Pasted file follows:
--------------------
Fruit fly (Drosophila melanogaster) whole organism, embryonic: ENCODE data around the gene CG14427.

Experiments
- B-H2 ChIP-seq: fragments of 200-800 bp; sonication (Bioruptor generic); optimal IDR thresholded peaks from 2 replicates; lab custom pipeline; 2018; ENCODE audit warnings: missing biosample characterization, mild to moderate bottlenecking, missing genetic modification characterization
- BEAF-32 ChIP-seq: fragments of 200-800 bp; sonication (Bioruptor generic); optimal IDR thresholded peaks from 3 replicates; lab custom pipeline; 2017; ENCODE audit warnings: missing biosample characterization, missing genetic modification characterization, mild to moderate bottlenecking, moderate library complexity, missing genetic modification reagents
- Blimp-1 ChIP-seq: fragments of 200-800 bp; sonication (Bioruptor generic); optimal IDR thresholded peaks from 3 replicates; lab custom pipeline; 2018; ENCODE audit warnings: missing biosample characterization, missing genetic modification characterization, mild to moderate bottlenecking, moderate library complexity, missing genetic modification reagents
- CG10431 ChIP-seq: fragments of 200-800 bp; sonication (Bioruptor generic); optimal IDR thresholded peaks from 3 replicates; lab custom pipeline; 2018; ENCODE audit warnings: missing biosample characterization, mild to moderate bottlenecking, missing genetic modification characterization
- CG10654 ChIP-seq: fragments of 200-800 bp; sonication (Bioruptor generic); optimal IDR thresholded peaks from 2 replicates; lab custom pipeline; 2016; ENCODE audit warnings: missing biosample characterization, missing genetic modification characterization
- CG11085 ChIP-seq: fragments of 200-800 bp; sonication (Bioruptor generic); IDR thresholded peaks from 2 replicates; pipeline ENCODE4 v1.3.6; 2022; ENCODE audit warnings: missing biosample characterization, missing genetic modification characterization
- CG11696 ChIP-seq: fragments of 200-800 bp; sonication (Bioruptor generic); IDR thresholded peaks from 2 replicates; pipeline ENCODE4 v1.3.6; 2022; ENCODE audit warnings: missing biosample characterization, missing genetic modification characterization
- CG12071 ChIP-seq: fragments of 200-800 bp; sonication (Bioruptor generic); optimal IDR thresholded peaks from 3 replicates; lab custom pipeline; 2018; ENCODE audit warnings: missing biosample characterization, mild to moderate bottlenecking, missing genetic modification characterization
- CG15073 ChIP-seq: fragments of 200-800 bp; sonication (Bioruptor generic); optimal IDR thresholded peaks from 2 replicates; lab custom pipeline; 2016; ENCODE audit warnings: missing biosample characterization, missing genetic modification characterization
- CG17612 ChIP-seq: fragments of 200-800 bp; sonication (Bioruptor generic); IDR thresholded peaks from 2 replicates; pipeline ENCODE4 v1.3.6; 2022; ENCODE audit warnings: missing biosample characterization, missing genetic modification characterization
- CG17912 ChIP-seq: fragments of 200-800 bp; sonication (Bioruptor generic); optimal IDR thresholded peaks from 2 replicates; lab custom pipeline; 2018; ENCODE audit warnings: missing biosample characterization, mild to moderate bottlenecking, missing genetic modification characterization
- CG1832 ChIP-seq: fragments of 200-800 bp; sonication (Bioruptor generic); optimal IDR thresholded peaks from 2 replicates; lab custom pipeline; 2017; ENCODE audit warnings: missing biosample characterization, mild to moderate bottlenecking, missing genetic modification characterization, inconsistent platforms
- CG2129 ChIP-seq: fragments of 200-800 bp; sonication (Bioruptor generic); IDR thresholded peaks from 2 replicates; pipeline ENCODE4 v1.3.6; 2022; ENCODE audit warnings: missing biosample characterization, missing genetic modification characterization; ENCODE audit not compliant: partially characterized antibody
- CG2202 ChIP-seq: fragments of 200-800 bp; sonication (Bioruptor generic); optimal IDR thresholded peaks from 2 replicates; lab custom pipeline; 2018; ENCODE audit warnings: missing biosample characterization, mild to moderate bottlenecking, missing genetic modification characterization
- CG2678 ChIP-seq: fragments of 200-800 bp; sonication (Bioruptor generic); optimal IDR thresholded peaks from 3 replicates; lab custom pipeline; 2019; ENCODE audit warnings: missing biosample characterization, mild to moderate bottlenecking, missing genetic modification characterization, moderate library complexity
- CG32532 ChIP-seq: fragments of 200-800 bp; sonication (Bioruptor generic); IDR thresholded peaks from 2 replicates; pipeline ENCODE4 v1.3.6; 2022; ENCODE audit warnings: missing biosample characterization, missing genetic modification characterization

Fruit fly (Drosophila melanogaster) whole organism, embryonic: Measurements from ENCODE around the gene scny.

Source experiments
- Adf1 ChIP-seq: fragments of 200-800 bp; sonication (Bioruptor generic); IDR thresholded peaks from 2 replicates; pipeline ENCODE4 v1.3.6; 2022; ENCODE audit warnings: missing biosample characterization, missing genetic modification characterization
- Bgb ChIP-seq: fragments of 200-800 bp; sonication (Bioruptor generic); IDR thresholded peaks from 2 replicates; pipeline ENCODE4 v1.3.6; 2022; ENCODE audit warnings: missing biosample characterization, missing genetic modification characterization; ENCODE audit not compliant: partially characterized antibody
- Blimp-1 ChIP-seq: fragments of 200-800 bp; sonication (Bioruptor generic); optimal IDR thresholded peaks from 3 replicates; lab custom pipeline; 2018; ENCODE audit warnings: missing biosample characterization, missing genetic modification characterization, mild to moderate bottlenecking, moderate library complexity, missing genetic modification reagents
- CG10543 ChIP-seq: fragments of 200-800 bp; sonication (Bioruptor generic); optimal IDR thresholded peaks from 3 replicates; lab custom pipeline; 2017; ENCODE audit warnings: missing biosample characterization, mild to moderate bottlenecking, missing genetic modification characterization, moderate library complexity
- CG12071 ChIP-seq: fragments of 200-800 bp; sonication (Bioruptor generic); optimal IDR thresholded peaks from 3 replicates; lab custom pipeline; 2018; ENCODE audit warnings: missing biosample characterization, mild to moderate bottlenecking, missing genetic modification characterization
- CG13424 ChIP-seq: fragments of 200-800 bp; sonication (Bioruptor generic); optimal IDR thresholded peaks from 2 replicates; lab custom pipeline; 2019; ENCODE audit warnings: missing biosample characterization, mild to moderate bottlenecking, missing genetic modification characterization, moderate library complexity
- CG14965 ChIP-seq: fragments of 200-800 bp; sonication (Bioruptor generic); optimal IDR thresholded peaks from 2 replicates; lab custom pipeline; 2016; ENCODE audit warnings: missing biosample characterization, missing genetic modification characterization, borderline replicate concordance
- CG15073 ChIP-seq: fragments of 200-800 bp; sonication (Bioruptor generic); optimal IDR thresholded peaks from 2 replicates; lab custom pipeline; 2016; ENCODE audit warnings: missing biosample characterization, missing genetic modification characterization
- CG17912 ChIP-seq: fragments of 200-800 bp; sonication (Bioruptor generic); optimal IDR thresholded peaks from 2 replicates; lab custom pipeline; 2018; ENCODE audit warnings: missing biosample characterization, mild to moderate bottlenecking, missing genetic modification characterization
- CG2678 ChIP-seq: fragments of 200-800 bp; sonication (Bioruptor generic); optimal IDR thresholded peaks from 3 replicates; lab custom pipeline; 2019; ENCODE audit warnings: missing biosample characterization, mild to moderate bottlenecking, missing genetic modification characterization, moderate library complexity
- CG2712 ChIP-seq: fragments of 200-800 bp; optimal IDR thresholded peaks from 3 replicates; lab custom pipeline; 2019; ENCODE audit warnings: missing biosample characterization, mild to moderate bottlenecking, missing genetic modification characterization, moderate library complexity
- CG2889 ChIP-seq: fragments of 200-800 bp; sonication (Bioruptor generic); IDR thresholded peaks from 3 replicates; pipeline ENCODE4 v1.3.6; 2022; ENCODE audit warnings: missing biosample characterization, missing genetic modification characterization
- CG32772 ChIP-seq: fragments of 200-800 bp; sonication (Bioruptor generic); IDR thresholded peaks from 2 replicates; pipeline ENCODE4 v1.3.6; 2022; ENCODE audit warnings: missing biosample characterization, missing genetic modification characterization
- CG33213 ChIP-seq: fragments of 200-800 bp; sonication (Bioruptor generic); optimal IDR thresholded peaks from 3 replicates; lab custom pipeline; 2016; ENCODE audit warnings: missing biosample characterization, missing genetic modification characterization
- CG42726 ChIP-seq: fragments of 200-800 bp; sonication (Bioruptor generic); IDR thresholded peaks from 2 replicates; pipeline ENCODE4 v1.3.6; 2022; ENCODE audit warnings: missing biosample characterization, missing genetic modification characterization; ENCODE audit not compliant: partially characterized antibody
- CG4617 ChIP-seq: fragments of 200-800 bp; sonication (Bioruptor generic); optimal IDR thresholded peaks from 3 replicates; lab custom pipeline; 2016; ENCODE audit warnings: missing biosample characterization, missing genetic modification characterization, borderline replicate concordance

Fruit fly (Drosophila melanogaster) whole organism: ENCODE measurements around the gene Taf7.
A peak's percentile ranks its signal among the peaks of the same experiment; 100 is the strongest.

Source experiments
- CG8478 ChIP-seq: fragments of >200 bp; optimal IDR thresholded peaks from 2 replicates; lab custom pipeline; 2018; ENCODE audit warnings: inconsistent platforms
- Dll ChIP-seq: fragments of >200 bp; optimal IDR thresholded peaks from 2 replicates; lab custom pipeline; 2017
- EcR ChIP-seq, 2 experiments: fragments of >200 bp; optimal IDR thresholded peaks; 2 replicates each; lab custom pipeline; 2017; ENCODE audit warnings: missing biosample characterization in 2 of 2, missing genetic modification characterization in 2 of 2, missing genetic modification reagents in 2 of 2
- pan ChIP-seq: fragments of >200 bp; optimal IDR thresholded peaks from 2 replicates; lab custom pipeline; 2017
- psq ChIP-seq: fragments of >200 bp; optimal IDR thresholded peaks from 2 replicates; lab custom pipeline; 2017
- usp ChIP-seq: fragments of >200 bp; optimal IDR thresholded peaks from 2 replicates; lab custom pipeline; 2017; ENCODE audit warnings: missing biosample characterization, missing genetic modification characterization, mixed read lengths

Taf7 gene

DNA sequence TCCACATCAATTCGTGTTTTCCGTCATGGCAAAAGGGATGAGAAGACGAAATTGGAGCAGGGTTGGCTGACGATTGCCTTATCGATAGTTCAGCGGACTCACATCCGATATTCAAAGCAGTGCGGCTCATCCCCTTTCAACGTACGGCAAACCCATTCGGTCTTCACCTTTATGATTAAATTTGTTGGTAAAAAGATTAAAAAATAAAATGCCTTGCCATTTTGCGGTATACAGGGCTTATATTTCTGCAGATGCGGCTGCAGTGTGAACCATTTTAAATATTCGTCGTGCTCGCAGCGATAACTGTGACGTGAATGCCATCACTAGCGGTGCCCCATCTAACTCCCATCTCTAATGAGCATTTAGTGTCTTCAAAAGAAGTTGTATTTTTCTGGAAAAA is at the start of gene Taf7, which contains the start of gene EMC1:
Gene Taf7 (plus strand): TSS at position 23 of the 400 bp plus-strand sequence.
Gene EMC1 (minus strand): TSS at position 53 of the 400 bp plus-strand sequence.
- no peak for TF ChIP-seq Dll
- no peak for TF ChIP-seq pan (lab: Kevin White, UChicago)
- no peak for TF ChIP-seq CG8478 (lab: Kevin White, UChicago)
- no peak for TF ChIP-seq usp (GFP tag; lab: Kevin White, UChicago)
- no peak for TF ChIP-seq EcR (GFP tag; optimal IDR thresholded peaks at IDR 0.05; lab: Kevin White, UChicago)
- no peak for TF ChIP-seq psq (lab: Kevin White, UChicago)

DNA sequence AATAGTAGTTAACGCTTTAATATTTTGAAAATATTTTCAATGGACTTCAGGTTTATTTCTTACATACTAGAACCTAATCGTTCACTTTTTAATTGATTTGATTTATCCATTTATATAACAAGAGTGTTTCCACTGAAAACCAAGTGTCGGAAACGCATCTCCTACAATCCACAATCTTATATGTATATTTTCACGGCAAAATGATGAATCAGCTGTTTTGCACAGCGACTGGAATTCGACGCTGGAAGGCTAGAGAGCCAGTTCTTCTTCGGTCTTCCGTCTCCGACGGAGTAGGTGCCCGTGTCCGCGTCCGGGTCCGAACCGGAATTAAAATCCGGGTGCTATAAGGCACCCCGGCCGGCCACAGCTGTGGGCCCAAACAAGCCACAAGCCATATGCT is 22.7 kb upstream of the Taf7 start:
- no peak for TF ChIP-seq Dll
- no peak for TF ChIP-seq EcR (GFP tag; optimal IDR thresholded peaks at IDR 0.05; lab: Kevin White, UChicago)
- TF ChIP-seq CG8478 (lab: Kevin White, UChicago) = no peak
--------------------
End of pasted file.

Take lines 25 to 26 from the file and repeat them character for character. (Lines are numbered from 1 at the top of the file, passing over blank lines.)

- CG12071 ChIP-seq: fragments of 200-800 bp; sonication (Bioruptor generic); optimal IDR thresholded peaks from 3 replicates; lab custom pipeline; 2018; ENCODE audit warnings: missing biosample characterization, mild to moderate bottlenecking, missing genetic modification characterization
- CG13424 ChIP-seq: fragments of 200-800 bp; sonication (Bioruptor generic); optimal IDR thresholded peaks from 2 replicates; lab custom pipeline; 2019; ENCODE audit warnings: missing biosample characterization, mild to moderate bottlenecking, missing genetic modification characterization, moderate library complexity